Andres Guadamuz is a Senior Lecturer in Intellectual Property Law at the University of Sussex and an Associate Researcher of the CREATe Centre for Copyright and New Business Models in the Creative Economy. He is an international consultant for the World Intellectual Property Organization, and has been involved with Creative Commons in various roles since 2005. His main research areas are open licensing, software protection, digital copyright, and complexity in networks. Andres has published two books, the most recent is “Networks, Complexity and Internet Regulation“. He has a law degree and an LL.M. in International Commercial Law at the University of Hull, and an M. Phil from Queen’s University of Belfast, and has defended his thesis for a PhD with the University of Edinburgh.
Andres blogs at www.technollama.co.uk
Florian Idelberger, LL.M (Lund), 2009-2012 European Legal Studies (European Law School) in Maastricht with a focus on European and comparative law. 2012-2013 Master’s studies in Lund, Sweden (European Business Law). Particular points of interest are competition law and its relations to economic developments and intellectual property law.
Sylvia Jakob is a research associate and PHD candidate at the Institute of Legal Informatics (IRI) of the University of Hanover. Her research focuses on government structures of open collaborative projects and their legal implications.
After finishing her Abitur in the year 2002, she commenced her studies at the University of Politics and Economics (HWP) in Hamburg. In the year 2004 she embarked on an Erasmus Exchange with the University of Abertay Dundee in Scotland, where she decided to complete her law degree. In 2008 she concluded her LL.B. (Hons.) with a first class degree and commenced her Diploma of Legal Practice at the Glasgow Graduate School of Law. Sylvia completed her studies at the University of Hamburg in the respective Scottish semester breaks and obtained a Diploma in German Business and Labor Law in 2009. In the same year Sylvia enrolled in the LL.M. Innovation Technology and Law at the University of Edinburgh, which she completed in the year 2011. Alongside her studies, Sylvia has always been keen to learn about the practical side of things. With that in mind she started her legal traineeship with a Glaswegian firm in January 2010. After becoming a fully fledged solicitor in January 2012, she continued working for her training firm for further five months before returning to Germany in order to look for new challenges.
Dr. Catharina Maracke is an associate professor at the Graduate School for Media and Governance, Shonan Fujisawa Campus, at Keio University. Her current work and interests include copyright law and policy, standardization efforts for public licensing schemes, and the general interaction between law and technology. Catharina is also a faculty associate at the Berkman Center for Internet & Society at Harvard Law School and fellow at the Shuttleworth Foundation. She is a member of the Global Agenda Council on the Intellectual Property System at the World Economic Forum. Catharina graduated from the University of Kiel and the Hamburg Court of Appeal, Germany, with the first and second state examination. While studying, she obtained a scholarship from the Max-Planck-Institute for Intellectual Property, Competition and Tax Law in Munich to write her PhD thesis on the history of the German Copyright Act of 1965. As international Director at Creative Commons she has overseen the international license porting projects for more than 3 years. Catharina has served as a board member for iCommons and the OpenCourseWare Consortium. She is admitted to the bar in Germany.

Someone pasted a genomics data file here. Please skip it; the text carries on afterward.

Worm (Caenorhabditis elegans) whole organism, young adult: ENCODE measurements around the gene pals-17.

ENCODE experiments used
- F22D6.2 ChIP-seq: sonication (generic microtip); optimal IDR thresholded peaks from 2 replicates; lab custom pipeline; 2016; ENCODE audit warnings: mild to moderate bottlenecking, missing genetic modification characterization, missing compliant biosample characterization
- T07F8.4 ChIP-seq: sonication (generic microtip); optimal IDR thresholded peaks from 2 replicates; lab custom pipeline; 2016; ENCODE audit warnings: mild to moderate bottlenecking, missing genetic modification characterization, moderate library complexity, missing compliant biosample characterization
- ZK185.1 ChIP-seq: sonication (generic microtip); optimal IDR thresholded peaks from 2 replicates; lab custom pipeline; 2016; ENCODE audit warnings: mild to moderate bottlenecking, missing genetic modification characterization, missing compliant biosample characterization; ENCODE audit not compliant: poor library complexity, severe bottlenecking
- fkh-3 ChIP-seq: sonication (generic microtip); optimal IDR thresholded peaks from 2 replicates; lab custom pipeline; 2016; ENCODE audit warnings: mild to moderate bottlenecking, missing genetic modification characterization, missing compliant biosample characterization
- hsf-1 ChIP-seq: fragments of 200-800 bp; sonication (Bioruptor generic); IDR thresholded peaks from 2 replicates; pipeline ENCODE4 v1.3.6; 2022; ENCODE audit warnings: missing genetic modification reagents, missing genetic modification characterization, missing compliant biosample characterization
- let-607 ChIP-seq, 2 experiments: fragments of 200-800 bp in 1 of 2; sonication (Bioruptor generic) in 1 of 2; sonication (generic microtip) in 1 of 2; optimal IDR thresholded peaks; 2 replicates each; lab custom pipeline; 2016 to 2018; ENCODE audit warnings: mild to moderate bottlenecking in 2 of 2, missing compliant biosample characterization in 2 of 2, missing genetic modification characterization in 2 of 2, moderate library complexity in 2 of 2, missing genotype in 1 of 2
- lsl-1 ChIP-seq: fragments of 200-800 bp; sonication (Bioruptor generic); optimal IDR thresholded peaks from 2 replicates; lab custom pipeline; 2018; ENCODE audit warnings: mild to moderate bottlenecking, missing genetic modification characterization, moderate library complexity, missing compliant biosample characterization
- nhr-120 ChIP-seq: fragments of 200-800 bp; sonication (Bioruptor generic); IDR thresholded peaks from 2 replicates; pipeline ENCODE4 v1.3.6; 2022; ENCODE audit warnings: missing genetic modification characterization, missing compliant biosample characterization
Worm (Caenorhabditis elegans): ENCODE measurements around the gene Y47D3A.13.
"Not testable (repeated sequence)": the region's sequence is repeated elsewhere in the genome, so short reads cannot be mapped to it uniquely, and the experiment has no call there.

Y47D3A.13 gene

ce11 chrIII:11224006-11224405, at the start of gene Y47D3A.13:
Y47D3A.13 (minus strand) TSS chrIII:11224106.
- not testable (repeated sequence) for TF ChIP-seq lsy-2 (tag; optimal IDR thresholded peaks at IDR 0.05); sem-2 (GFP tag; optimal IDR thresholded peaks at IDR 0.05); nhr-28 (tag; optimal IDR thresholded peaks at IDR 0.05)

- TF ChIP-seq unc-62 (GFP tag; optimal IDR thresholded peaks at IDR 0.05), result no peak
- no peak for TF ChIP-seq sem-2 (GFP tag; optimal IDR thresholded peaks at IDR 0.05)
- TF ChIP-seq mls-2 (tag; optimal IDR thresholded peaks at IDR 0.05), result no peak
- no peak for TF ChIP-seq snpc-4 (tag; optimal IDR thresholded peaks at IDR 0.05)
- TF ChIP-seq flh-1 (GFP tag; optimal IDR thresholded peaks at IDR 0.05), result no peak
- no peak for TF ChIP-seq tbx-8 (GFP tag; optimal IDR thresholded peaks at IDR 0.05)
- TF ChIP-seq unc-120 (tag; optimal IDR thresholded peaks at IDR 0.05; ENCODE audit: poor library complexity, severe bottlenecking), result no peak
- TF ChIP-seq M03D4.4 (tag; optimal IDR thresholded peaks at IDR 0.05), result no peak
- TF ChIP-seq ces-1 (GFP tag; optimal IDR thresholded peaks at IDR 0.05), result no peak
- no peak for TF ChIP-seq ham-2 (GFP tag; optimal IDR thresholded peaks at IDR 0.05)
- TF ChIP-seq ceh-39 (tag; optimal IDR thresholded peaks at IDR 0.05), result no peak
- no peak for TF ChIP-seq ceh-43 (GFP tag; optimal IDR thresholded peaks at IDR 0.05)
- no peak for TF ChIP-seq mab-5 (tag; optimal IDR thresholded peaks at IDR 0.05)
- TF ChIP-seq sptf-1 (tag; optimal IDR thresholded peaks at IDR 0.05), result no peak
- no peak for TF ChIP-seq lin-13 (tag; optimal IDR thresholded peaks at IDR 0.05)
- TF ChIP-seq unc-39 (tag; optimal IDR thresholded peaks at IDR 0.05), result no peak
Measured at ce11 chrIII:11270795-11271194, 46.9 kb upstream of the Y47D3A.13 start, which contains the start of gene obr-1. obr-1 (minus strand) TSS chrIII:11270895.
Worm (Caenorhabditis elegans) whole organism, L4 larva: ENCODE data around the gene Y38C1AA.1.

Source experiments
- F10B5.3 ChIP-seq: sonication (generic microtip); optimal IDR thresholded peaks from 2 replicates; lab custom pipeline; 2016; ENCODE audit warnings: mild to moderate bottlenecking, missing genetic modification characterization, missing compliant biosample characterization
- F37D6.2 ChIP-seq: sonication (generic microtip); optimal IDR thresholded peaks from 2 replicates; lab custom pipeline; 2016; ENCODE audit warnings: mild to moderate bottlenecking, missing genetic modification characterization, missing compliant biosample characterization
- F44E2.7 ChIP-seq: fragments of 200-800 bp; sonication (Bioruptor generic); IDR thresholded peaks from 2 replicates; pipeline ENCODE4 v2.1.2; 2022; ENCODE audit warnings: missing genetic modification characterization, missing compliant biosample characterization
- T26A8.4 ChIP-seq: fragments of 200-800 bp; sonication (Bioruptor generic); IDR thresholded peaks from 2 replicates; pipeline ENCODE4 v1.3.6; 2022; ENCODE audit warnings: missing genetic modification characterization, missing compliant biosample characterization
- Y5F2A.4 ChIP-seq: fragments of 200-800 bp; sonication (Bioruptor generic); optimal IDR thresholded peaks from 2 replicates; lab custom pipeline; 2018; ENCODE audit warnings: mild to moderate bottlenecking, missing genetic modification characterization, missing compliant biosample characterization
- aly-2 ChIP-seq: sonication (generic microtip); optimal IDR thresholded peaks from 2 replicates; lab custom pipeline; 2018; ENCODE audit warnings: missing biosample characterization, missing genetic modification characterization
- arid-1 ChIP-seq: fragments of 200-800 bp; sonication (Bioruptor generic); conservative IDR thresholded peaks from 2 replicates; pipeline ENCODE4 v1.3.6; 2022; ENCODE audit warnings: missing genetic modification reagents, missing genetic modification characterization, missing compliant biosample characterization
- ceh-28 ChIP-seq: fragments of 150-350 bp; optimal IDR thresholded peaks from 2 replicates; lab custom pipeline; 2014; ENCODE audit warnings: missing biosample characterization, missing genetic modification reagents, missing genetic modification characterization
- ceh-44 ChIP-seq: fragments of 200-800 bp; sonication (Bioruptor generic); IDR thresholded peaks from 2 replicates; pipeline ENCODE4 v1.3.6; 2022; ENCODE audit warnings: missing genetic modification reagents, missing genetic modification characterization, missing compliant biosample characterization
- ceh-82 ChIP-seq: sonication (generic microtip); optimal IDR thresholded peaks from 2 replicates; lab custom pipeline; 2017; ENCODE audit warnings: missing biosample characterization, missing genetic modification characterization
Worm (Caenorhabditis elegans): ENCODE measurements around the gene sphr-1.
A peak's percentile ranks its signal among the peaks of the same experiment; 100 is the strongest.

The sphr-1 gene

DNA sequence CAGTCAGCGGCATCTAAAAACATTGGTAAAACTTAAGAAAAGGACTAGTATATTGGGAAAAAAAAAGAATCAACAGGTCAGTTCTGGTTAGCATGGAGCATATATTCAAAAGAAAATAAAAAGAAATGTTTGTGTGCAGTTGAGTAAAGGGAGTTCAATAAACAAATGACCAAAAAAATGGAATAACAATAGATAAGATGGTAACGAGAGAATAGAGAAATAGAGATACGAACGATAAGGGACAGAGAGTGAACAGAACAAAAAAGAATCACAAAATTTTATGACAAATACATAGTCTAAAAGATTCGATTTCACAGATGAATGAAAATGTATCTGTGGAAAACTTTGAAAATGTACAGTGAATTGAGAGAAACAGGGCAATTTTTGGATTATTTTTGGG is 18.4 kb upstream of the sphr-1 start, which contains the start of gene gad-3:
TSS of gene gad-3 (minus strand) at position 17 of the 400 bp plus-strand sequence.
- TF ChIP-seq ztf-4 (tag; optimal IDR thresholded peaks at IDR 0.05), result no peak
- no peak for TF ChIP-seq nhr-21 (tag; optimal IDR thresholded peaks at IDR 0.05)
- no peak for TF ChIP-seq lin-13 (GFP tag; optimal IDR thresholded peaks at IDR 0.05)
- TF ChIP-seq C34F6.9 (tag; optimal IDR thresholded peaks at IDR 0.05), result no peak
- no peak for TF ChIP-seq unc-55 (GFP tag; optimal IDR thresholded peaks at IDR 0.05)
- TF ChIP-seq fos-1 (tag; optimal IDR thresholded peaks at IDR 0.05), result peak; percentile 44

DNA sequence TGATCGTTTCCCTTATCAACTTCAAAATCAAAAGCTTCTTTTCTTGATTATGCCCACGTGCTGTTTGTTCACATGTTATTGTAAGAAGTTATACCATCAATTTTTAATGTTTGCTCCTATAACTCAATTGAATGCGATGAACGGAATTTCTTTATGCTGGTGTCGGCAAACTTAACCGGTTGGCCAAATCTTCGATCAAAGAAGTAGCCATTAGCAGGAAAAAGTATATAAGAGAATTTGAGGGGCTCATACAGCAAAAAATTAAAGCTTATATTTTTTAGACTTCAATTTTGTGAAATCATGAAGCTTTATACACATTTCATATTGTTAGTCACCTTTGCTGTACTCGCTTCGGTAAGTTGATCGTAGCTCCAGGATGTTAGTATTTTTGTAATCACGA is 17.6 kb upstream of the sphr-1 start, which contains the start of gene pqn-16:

Andrew Rens is a proponent and practitioner of open lawyering, and a scholar of the complex interactions of law, knowledge and innovation. As a consultant he assists clients around the world who want to use open licenses and open strategies in their businesses, non profit organisations and networks. An alumnis of the Shuttleworth Foundation Fellowship program Andrew acts as strategic advisor to the Harmony Licenses Project.Andrew Rens is currently based in North Carolina where he is researching the use of open licences in education at Duke Law School as an SJD Candidate and a Research Associate at the Center for the Study of the Public Domain. Andrew has taught and researched in the academy, litigated and consulted as an attorney and worked for social change in the non profit sector. He was the founding Legal Lead of Creative Commons South Africa, a co-founder and former director of The African Commons Project, a charter member and director of Freedom to Innovate South Africa, a fellow at the Stanford Center for Internet and Society, and a research associate at the LINK Center at the School of Public and Development Management, University of the Witwatersrand, Johannesburg. Andrew was awarded a Master of Laws from the Law School at the University of the Witwatersrand where he where he subsequently taught Master’s courses in Intellectual Property, Telecommunications, Broadcasting, Space and Satellite, and Media and Information Technology Law, before spending several years in San Francisco, California. Andrew was the Intellectual Property Fellow at the Shuttleworth Foundation, and taught Master’s courses in Telecommunications Law (February to May 2010) and Electronic Intellectual Property Law (July to November 2009) at the University of Cape Town Law School.
He blogs at aliquidnovi.org